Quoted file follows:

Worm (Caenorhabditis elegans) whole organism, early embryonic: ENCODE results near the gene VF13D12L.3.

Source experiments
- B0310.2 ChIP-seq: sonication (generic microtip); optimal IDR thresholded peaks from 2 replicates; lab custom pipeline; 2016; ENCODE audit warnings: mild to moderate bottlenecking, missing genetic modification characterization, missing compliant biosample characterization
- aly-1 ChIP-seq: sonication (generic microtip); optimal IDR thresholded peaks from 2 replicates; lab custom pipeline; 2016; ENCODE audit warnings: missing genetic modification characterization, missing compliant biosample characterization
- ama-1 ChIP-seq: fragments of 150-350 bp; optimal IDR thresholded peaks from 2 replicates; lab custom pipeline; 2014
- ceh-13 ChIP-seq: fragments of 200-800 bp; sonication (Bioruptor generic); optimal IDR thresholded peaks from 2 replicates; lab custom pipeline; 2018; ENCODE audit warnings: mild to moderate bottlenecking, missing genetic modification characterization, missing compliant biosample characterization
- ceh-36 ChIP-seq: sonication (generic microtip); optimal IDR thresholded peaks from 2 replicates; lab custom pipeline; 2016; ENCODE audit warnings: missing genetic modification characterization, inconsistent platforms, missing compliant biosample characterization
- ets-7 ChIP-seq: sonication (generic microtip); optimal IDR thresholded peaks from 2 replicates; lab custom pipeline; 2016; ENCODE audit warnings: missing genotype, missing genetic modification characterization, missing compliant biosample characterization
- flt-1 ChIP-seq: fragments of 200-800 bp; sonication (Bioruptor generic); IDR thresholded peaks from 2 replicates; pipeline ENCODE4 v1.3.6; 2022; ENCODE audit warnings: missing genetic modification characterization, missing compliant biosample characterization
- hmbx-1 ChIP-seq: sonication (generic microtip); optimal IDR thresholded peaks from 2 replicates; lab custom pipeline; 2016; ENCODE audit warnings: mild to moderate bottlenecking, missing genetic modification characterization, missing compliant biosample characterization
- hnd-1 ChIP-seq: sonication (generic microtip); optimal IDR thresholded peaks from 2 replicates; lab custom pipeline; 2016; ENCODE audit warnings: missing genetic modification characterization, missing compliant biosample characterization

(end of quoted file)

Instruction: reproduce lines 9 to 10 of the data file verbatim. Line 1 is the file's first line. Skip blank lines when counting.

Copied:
- flt-1 ChIP-seq: fragments of 200-800 bp; sonication (Bioruptor generic); IDR thresholded peaks from 2 replicates; pipeline ENCODE4 v1.3.6; 2022; ENCODE audit warnings: missing genetic modification characterization, missing compliant biosample characterization
- hmbx-1 ChIP-seq: sonication (generic microtip); optimal IDR thresholded peaks from 2 replicates; lab custom pipeline; 2016; ENCODE audit warnings: mild to moderate bottlenecking, missing genetic modification characterization, missing compliant biosample characterization